Closely related to Ethereum is the sidechain, Polygon. Polygon operates tangentially on Ethereum’s protocol and was designed for a higher throughput (more transactions per block) than Ethereum, allowing the network to be faster, cheaper, and to consume less energy.

In fact, Polygon consumes considerably less energy than Ethereum because the network relies on Proof-of-Stake and DeFi mechanisms to verify transactions. The result is that Polygon’s validators consume about 0.00079TWh/year while continuously drawing about 0.00009GW, which is orders of magnitude below the energy consumption by the major PoW blockchain networks like Ethereum.

Polygon by 2023

Despite Polygon’s incredibly low (comparatively speaking) energy consumption levels, the platform is still aiming to go “carbon neutral and climate positive” in 2022 by completely offsetting carbon footprints. The end goal for Polygon is to become the first blockchain to be known as “climate positive.”

Binance Smart Chain or BSC

As the world’s largest crypto exchange, Binance has also tapped into the NFT industry by creating their own Proof-of-Stake protocols on their Binance Smart Chain (BSC).

Like Polygon, BSC is considerably cheaper to mint and trade NFTs on thanks to a high throughput, and a PoS consensus. BSC was created to offer NFT enthusiasts an environmentally friendly NFT platform as the founders believe “NFTs should begin to heavily rely on clean energy protocols, regardless of which protocol they’re run on.”

Is crypto energy consumption bad?

At this point, you may be asking yourself, “if Proof-of-Work consumes too much energy and is threatening the environment, why not just switch NFTs to Proof-of-Stake?” The debate between the two consensus protocols is voracious. PoW has higher costs because it is a purely decentralized, uncensorable system. PoS systems on the other hand, are centralized to the stakers and can be more easily manipulated. They are, however, clearly more environmentally friendly in the short term.

In the case of PoW being bad for the environment, that idea assumes the high amount of required electricity is automatically harmful to the environment (because of things like emissions). However, this argument doesn’t acknowledge that most computing power in the mining industry comes from renewables like hydro, geothermal, or even uses stranded energy like gas flares. In 2021, nearly half of all NFTs made on the Ethereum network run on renewable energy sources, and that number is only increasing.

Also, while PoW allows for verifiable blockchain security, and thus harder forms of digital assets, it incentivizes healthy competition in the favor of the environment. Miners are constantly on the lookout for new versions of their mining computers that will do the same job for less energy, or provide greater output for the same amount of energy. Also to ensure their business can thrive, mining operations seek out the cheapest forms of electricity, which usually ends up being one of the aforementioned renewables since these are all low cost resources.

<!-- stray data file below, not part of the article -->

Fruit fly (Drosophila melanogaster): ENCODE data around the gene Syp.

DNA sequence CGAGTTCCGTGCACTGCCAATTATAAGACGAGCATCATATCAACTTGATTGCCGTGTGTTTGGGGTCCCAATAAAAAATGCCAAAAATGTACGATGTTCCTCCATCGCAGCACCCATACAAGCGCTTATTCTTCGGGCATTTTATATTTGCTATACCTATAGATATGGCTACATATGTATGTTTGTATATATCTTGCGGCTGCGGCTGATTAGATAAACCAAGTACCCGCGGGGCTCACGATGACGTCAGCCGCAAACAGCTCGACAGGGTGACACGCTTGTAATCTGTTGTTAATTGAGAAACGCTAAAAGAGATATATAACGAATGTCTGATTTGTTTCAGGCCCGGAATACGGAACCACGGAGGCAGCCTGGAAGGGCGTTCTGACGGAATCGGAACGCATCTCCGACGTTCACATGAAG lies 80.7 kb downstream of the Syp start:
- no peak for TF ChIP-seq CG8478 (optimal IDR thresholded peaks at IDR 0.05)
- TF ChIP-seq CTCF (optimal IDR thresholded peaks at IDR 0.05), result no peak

Instead of harping against NFTs, Ethereum, or other cryptocurrencies for using energy, it can be useful to also consider the alternatives. Mining gold, for example, requires roughly double the amount of energy to mine Bitcoin, and uses copious amounts of “dirty” energy (gas, coal, etc…) to do so. Plus, the traditional banking system is equally as consumptive as mining for gold is! If NFTs and cryptocurrency are to be the way of the future, perhaps we should reevaluate the validity of energy use cases.

“NfTs ArE bAd FoR tHe EnViRoNmEnT”  -  meanwhile gold mining

The most energy consumptive NFT network only ever focuses 1–3% of its total energy consumption on NFTs — and mostly with clean energy. Compared to antiquated technologies in gold and traditional banking, Ethereum’s total 44.5TWh/year of energy consumption is just about honorable.


When it comes down to it, NFTs should not even be in the “environmentally dangerous” discussion. In fact, they might as well be considered a green NFTs from now on! While most NFT creators use Ethereum’s Proof-of-Work consensus, this appears to be positive as miners are constantly becoming more “in tune” with the environment.

Moreover, there are a handful of reliable secondary options like BSC and Polygon that are leading the way for NFT artists who wish to thrive with eco-friendly NFT creations. The NFT industry is diverse, but the drive towards green NFTs is bringing everyone together. So don’t feel too guilty about collecting NFTs this Earth Day, because in a roundabout way, you could be helping the environment in the long run!

A good place to start is at Fayre where you can utilize our multi-chain optionality which works with all three NFT platforms we discussed in this article! With Fayre, you can rest assured that your NFTs aren’t doing any harm.